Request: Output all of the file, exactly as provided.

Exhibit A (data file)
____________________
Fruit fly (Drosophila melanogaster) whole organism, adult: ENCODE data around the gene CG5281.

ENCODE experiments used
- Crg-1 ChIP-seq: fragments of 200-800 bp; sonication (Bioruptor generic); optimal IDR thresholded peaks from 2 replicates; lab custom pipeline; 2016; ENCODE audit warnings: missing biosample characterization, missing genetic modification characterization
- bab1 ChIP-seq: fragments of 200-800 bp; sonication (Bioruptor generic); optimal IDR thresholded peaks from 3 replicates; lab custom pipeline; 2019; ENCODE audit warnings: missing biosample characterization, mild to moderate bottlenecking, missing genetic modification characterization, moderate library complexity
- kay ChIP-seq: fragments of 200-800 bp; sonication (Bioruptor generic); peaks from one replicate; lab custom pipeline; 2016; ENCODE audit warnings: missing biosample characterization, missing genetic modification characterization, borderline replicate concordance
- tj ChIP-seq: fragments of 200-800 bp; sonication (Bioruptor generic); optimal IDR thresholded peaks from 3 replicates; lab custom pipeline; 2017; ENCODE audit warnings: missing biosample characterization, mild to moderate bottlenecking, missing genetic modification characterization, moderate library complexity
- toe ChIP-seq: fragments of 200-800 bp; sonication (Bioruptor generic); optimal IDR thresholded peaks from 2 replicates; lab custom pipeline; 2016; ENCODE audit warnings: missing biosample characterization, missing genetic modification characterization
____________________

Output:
Fruit fly (Drosophila melanogaster) whole organism, adult: ENCODE data around the gene CG5281.

ENCODE experiments used
- Crg-1 ChIP-seq: fragments of 200-800 bp; sonication (Bioruptor generic); optimal IDR thresholded peaks from 2 replicates; lab custom pipeline; 2016; ENCODE audit warnings: missing biosample characterization, missing genetic modification characterization
- bab1 ChIP-seq: fragments of 200-800 bp; sonication (Bioruptor generic); optimal IDR thresholded peaks from 3 replicates; lab custom pipeline; 2019; ENCODE audit warnings: missing biosample characterization, mild to moderate bottlenecking, missing genetic modification characterization, moderate library complexity
- kay ChIP-seq: fragments of 200-800 bp; sonication (Bioruptor generic); peaks from one replicate; lab custom pipeline; 2016; ENCODE audit warnings: missing biosample characterization, missing genetic modification characterization, borderline replicate concordance
- tj ChIP-seq: fragments of 200-800 bp; sonication (Bioruptor generic); optimal IDR thresholded peaks from 3 replicates; lab custom pipeline; 2017; ENCODE audit warnings: missing biosample characterization, mild to moderate bottlenecking, missing genetic modification characterization, moderate library complexity
- toe ChIP-seq: fragments of 200-800 bp; sonication (Bioruptor generic); optimal IDR thresholded peaks from 2 replicates; lab custom pipeline; 2016; ENCODE audit warnings: missing biosample characterization, missing genetic modification characterization